Yellowstone has engaged in two rather massive eruptions in the past, along with a third not-quite-as-big-but-still-pretty-impressive kaboom. For most of its 2.1-million-year-long lifespan, it has preferred eruptions on a decidedly tinier scale: steam-driven explosions, and lava flows. If it were to erupt again, it is far more likely to be one of these comparatively insignificant events.
There is a very small chance that it could engage in one of those enormous eruptions again, which, sure, could cause a lot of fatalities in the park, blanket a large swath of North America in ash, and cause untold economic damage to the country and, eventually, the wider world due to indirect, knock-on effects. But even this cataclysm wouldn’t even come close to causing an apocalyptic collapse in civilisation. Humanity has persisted through so many climate perturbing, environmentally destructive eruptions in the past, and hey, we’re still around today, with more knowledge, technology and, heck, people than ever before.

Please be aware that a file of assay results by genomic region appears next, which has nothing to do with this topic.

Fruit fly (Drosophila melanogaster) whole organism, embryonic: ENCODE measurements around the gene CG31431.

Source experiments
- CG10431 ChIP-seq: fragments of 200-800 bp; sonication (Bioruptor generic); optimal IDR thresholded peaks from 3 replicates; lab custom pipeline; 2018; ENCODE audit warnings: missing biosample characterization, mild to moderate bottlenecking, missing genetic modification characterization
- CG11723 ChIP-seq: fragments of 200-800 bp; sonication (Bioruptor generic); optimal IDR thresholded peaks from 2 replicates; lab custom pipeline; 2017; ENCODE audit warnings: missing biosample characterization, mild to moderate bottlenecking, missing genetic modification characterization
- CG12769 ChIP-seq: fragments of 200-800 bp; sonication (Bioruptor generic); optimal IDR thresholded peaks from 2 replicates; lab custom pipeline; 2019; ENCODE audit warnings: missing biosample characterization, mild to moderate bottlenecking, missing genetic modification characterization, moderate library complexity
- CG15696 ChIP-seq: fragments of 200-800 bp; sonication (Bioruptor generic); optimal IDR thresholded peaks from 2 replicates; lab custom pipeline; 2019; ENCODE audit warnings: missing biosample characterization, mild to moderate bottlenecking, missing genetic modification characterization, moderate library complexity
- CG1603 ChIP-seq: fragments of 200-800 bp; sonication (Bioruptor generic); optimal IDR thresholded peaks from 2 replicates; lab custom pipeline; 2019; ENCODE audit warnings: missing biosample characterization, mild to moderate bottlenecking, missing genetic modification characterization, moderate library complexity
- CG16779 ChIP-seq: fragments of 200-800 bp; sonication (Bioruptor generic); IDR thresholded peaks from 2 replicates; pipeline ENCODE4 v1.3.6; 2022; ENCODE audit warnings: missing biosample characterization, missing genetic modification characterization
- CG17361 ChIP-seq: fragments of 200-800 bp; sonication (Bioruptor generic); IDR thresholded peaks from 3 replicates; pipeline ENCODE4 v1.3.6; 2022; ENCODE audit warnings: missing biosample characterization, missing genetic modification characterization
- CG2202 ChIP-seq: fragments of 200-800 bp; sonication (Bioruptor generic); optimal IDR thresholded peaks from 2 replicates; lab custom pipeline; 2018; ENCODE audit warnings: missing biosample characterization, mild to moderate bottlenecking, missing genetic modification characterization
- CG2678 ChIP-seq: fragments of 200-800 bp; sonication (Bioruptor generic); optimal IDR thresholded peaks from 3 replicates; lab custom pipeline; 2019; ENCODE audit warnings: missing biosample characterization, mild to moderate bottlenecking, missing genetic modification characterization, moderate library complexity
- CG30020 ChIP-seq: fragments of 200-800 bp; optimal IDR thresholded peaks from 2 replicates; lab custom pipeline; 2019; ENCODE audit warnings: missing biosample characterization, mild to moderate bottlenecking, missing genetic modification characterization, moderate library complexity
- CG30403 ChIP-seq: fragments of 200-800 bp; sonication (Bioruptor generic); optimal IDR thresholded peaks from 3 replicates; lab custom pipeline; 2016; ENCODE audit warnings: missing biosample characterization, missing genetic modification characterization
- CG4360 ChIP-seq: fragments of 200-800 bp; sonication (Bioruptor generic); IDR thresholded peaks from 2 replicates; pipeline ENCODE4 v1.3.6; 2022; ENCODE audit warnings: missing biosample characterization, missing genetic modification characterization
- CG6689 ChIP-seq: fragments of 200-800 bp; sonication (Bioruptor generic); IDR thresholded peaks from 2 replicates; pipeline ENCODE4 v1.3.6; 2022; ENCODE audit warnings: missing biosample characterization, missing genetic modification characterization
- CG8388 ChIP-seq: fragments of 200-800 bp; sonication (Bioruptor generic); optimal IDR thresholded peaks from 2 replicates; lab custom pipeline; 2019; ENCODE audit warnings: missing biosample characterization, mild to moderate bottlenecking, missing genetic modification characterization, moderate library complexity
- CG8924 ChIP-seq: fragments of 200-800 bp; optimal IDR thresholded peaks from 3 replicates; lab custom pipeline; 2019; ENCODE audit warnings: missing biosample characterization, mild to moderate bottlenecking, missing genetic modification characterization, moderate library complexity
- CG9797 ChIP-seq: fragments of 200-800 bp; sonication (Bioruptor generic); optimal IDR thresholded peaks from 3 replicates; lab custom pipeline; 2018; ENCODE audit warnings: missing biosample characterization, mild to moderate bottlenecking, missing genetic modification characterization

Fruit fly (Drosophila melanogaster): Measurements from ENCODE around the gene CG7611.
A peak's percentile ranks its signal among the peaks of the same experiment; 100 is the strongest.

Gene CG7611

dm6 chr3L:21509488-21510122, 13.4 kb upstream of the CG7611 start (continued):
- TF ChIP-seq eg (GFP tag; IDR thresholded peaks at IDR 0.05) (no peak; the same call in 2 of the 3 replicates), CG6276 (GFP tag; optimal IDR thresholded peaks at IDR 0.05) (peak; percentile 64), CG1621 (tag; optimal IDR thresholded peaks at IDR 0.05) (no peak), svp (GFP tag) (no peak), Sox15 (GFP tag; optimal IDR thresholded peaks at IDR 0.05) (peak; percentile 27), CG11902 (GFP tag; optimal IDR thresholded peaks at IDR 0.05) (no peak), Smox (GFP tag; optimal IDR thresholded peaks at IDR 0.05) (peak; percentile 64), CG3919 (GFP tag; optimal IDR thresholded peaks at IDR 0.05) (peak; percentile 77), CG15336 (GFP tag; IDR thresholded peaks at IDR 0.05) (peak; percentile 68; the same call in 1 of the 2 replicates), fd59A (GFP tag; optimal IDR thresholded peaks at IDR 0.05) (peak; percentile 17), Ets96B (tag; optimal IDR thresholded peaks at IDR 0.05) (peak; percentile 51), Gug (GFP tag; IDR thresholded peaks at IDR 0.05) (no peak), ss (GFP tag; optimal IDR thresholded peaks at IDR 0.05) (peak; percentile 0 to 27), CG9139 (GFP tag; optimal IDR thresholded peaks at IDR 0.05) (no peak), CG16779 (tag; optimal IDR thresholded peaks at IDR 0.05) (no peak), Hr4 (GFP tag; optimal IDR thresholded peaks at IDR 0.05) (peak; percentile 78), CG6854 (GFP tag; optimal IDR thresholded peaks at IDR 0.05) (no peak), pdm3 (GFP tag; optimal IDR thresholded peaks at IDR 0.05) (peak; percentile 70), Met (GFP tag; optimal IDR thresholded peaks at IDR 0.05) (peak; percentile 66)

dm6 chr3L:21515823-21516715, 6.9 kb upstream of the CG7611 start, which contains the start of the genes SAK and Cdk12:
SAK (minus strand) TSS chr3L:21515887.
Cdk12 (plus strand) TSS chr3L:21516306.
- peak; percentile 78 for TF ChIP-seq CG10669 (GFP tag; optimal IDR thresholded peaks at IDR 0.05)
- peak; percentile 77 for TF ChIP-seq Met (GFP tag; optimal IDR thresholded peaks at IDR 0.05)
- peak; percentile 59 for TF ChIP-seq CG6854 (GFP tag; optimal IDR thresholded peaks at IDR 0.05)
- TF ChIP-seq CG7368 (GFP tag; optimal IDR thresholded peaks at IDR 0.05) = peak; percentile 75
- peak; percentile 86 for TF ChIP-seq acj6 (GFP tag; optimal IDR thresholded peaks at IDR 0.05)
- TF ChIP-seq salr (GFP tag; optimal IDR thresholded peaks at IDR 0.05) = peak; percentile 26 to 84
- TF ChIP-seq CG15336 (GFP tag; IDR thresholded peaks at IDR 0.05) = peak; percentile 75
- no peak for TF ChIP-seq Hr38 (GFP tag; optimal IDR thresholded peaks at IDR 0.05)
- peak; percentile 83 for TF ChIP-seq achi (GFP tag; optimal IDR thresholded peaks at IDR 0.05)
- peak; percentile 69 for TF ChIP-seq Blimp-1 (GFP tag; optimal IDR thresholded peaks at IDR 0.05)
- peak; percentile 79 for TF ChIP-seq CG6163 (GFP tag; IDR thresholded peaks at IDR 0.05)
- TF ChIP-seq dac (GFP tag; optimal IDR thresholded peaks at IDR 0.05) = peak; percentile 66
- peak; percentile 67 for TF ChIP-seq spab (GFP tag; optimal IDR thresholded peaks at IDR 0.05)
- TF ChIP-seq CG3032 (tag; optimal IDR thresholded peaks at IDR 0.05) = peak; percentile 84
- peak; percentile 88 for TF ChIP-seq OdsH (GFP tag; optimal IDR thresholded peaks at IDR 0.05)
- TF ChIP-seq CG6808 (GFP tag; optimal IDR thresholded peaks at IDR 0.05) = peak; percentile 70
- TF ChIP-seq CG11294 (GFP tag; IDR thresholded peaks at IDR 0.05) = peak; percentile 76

There is, by the way, a rather decent chance that Yellowstone may never erupt again. Most of its magmatic supply is solid right now, and you need at least half of it to be molten in order to get an eruption. A fresh supply of magma from below could remelt this relatively frigid rock, but perhaps the halcyon days of Yellowstone and its eruptive irritability are already long gone.
Yellowstone supervolcano, despite the name, doesn’t deserve to be anyone’s bogeyman. Speaking of which…
2 – Something supervolcano something something! Are we all going to die?
No. Here’s the thing about supervolcanoes, one more time for those at the back: they probably aren’t what you think they are.
The term “supervolcano” – and “supereruption”, by default – didn’t get much attention in the media prior to the turn of the millennium. In 2005, it was popularized by a docu-drama produced by the BBC and the Discover Channel that focused on the consequences of a supereruption event taking place at Yellowstone.